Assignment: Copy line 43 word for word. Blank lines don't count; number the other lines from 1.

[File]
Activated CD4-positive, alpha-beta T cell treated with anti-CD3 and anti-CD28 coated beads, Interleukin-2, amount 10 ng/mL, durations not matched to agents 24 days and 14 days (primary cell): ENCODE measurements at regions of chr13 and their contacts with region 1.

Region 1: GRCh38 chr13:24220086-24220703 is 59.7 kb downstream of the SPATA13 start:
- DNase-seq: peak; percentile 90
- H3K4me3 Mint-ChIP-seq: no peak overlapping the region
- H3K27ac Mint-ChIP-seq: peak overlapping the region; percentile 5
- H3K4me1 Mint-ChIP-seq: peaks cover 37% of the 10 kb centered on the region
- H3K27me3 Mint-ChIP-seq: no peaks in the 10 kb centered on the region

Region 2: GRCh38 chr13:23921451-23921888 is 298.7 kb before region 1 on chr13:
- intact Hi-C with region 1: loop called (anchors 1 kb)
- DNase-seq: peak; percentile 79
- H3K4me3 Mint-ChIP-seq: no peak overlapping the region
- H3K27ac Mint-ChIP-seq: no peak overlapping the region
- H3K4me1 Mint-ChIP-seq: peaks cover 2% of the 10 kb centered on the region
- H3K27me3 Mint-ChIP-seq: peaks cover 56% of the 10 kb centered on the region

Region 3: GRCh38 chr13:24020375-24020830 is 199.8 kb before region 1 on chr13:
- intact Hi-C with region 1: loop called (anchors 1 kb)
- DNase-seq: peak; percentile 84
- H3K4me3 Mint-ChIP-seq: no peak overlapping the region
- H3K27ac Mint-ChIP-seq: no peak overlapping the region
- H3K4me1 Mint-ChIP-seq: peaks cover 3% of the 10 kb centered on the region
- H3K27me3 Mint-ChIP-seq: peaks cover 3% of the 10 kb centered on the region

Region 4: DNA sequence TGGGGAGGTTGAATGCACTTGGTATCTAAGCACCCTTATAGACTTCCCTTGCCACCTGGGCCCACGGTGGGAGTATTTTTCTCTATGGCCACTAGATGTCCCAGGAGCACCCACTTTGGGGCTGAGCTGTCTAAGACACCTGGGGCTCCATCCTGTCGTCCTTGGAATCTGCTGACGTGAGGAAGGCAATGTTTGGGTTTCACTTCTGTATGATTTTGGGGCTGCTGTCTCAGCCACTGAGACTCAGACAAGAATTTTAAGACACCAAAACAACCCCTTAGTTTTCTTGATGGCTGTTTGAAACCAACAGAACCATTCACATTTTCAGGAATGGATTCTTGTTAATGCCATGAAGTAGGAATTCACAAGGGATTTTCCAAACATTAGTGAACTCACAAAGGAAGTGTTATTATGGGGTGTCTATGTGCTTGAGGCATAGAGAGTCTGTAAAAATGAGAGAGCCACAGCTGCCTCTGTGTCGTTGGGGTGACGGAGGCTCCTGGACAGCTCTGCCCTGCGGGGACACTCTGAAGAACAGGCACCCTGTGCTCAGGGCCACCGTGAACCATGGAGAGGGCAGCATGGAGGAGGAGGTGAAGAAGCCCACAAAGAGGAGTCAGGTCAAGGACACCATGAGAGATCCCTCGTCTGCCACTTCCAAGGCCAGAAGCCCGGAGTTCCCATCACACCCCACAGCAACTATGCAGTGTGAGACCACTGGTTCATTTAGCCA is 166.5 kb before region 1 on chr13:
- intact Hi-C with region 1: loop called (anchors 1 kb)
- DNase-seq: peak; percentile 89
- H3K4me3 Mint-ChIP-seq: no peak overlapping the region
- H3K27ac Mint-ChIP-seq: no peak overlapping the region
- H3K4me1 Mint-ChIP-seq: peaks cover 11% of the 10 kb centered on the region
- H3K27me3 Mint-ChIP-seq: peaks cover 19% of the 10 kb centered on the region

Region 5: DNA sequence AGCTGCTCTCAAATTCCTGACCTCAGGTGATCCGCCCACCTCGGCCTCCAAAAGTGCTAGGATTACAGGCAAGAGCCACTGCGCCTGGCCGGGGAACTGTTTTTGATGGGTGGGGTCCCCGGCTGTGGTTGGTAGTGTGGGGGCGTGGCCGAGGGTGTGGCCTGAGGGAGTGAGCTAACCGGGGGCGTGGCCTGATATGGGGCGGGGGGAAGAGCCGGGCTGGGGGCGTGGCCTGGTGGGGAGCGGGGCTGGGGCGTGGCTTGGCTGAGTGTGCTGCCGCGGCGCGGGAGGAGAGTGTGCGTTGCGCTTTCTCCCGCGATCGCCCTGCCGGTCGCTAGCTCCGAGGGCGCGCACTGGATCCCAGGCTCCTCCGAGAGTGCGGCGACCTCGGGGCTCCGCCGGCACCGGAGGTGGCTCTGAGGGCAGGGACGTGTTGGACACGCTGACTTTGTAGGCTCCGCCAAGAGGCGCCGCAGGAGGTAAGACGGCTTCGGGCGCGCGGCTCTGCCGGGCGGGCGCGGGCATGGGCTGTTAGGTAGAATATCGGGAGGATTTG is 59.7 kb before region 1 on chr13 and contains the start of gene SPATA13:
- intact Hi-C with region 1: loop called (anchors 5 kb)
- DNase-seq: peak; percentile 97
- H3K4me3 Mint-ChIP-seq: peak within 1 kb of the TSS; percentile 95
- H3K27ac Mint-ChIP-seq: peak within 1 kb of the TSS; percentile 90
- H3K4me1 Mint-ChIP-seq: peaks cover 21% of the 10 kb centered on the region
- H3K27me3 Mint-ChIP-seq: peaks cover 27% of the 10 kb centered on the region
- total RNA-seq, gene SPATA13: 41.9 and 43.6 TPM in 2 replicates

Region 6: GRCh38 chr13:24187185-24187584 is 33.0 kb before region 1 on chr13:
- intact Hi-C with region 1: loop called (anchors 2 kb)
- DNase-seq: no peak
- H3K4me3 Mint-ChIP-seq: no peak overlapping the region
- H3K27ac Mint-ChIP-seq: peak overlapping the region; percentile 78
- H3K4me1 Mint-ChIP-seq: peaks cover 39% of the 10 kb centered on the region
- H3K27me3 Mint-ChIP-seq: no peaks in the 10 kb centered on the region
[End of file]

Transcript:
- H3K27me3 Mint-ChIP-seq: no peaks in the 10 kb centered on the region